How to boost your chances of an above-market sale price


More than ever, people aspire to achieve above-market results when selling residential properties. But much depends on the quality of the real estate agent that they choose to do business with.

It’s an agent’s track record in the market that is typically the key difference between receiving a “full price” at the conclusion of a sales campaign that exceeds expectations, and an ordinary result.

Prospective vendors need to be on the look-out for high performance credentials that involve everything from an agency’s detailed on-the-ground knowledge of the buying trends and demand drivers in key suburbs, to the training and mentoring of staff.

Other factors underpin consistent success, too. These include the structure of an agent’s office network and its use of customer relationship and online marketing tools.

Nelson Alexander Sales Director Arch Staver sees the company’s commitment to training as a driving factor that gives it an edge in securing new listings and maximising sales results for sellers.

He says many vendors that sell through Nelson Alexander agents are aware the company devotes thousands of hours each year to the ongoing training of staff.

The same is true of the many property investors and landlords who elect to have more than 14,000 rental properties managed by Nelson Alexander property managers.

“Training is a big part of what we do,” Mr Staver says.

“We hire external trainers. They are very often referred to Nelson Alexander through the Australian Institute of Management, and we also undertake a lot of training ourselves and are a major and long-standing supporter of mentoring programs.”

One reason that training and mentoring has support and traction within the company is that, unlike many real estate firms, Nelson Alexander is not a franchise. Its sales network of 16 offices and other company infrastructure is wholly owned by company partners and directors who work in the business on a day-to-day basis.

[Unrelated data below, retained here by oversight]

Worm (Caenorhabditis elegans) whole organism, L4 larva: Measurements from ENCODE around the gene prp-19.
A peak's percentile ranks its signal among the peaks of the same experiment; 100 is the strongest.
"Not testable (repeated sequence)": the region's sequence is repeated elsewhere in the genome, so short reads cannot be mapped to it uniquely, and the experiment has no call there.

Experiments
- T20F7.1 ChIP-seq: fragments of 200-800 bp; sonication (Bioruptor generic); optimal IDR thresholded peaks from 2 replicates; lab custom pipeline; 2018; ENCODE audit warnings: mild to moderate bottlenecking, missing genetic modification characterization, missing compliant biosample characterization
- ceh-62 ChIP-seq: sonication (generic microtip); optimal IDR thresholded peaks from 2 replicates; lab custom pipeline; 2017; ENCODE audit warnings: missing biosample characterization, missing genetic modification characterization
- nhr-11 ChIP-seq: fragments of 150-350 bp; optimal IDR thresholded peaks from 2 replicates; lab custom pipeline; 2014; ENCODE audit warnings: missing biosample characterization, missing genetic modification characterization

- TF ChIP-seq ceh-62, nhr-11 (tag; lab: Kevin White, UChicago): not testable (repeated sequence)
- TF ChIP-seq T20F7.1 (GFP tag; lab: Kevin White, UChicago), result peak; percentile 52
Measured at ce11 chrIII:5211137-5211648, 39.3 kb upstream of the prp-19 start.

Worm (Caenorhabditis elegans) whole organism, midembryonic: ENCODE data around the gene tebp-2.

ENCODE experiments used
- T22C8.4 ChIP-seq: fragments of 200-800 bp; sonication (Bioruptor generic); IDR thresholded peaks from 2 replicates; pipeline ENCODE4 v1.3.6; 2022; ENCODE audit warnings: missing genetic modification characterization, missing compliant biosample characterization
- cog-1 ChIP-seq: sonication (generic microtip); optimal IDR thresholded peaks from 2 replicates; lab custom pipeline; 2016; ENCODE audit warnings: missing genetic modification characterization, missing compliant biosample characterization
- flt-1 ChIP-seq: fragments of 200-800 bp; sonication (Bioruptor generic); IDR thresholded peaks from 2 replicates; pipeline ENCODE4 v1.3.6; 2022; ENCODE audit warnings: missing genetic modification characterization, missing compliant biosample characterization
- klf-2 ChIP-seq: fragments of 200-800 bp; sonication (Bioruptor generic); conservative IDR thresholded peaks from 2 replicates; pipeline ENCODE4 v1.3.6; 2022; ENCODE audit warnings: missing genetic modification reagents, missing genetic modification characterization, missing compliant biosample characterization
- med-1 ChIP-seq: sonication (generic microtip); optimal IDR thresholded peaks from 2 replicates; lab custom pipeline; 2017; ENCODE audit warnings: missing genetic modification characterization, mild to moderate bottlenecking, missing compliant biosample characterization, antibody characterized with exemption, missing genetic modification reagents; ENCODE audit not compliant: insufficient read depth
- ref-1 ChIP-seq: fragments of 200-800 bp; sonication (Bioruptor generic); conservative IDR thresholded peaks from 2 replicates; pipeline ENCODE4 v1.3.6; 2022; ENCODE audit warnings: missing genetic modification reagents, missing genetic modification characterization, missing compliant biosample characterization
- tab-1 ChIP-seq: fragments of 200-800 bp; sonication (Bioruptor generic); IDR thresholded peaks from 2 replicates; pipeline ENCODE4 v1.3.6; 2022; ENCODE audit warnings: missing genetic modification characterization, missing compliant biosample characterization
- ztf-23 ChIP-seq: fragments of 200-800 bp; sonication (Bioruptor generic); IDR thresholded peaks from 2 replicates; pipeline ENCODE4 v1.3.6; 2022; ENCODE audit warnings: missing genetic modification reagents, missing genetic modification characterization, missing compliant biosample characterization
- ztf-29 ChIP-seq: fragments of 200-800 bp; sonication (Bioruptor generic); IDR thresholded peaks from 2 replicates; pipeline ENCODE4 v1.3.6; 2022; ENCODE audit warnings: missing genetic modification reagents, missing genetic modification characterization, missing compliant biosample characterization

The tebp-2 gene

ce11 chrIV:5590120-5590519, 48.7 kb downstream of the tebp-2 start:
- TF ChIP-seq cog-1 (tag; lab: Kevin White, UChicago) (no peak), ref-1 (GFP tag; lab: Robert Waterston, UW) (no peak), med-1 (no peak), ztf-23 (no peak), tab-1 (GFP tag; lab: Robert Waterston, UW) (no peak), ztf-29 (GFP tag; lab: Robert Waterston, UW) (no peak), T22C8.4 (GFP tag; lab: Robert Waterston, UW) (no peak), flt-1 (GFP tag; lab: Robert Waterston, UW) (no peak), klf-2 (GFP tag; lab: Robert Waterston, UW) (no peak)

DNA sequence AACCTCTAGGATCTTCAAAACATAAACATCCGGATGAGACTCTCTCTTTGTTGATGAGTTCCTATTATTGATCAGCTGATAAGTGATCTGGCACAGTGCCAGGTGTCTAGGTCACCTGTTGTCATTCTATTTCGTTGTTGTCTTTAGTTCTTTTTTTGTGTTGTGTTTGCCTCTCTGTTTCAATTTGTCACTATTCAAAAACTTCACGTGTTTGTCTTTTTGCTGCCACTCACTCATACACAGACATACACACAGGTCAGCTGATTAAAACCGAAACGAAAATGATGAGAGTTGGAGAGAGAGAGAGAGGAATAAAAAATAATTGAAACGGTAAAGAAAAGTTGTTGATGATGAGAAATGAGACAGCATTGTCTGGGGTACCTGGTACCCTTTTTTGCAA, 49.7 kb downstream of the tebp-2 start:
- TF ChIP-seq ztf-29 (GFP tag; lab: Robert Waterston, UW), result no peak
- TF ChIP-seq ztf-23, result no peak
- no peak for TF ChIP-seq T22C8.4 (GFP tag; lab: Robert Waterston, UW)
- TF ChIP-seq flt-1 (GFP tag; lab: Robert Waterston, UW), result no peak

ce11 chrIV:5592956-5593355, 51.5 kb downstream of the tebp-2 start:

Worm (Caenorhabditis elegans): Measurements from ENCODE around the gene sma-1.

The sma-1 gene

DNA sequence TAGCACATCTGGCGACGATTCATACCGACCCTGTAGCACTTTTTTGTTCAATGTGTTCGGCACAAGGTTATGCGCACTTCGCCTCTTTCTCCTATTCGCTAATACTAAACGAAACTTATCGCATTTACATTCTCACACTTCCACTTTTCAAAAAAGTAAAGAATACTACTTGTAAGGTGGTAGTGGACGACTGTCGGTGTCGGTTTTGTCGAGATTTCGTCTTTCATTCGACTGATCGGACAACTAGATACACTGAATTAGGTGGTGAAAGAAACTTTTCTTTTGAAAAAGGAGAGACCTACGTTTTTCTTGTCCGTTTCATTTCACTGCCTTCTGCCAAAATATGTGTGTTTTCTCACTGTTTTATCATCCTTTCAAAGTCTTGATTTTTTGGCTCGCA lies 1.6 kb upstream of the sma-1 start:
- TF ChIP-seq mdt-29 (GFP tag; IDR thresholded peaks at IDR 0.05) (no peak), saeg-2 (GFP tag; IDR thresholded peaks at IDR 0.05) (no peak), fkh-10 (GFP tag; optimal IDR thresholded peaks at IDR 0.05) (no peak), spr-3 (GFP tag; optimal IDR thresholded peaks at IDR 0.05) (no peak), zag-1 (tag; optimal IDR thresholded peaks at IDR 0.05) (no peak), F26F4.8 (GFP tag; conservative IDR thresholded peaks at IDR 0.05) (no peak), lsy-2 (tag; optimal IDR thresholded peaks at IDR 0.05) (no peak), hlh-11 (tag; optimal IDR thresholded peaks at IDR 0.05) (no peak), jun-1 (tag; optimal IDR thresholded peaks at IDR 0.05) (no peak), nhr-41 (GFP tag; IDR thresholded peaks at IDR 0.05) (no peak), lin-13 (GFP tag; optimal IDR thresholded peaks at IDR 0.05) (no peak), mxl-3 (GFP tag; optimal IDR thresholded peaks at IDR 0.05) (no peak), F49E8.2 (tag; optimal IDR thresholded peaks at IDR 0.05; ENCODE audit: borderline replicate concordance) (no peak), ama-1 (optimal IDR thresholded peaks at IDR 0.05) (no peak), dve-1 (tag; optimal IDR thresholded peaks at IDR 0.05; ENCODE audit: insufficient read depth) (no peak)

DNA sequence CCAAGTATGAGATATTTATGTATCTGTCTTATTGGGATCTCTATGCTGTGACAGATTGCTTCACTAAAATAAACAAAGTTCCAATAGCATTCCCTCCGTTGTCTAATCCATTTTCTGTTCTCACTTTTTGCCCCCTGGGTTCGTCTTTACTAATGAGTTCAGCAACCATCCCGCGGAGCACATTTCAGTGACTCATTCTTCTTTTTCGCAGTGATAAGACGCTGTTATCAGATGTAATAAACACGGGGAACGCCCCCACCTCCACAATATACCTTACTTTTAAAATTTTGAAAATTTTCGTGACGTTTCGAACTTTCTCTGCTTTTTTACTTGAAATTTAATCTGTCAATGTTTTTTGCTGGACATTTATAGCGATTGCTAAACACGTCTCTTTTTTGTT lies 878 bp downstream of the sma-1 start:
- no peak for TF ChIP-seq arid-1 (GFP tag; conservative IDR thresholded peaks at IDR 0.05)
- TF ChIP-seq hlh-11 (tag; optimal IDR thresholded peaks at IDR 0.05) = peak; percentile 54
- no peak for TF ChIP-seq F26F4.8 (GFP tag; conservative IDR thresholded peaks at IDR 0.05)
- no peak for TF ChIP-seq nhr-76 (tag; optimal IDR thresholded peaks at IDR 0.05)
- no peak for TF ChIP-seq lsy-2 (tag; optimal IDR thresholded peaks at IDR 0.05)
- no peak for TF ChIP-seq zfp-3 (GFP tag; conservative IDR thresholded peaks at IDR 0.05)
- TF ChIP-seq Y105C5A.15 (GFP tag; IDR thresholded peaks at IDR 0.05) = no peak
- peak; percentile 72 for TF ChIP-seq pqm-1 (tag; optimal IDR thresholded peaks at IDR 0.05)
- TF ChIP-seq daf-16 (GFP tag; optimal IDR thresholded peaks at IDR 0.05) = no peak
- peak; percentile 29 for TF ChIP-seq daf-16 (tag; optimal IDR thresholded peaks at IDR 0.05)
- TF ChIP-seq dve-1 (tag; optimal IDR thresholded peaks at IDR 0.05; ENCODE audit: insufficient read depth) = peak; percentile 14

“Training is a big part of what we do”

This structure delivers internal synergies, constant information referrals between offices and a collegiate atmosphere that no franchised operation can match. Quite simply, when you engage with Nelson Alexander as a vendor or as a landlord, you access the full company and its staff, not just one part of an operation.

Nelson Alexander has dozens of staff members who have in excess of 20 years’ service with the company.

“That is quite unique for a real estate company,” Mr Staver notes. “We try to harness all that experience and share it with the younger people.”

This knowledge exchange often occurs on an informal basis. For example, a senior auctioneer will work one-on-one with a young member of the team who has a flair for sales communication and auctioneering. Similarly, an established property manager will teach young executives certain tricks of the trade in letting properties quickly and keeping vacancy rates to the minimum.

In addition, there’s a considerable allocation of time and resources to more structured training sessions.

A lot of real estate companies, especially the franchised ones, focus their sales training exclusively on so-called “scripts and dialogues.” This involves younger staff being taught, often by rote, different approaches to verbally engaging with prospective vendors and buyers with a view to sealing contracts and sales.

Nelson Alexander takes a different, more individual approach. The company’s core cultural values, communicated to staff members internally, are: family, generosity, leadership, progressive, passion and respect.

Mr Staver says that the company is a firm believer that sales training cannot take place in isolation, and that a respectful and contemporary relationship with its client base is essential.

“On a monthly basis we are constantly training our people and not only in selling skills,” he explains. “That is not where our emphasis is – it is on improving our connectivity with our clients. I am less interested in scripts and dialogues and more interested in emotional intelligence.

“We want our agents to be acutely aware that each and every client – whether they are a vendor, a buyer, a landlord or a tenant – has individual needs. We must understand what those needs are and empathise with their situation.”

He says the company’s managers work extremely hard to ensure that the culture of the Nelson Alexander organisation is spread across all 16 of the offices: “Respect for the client is paramount, regardless of which office is dealing with any particular client.”

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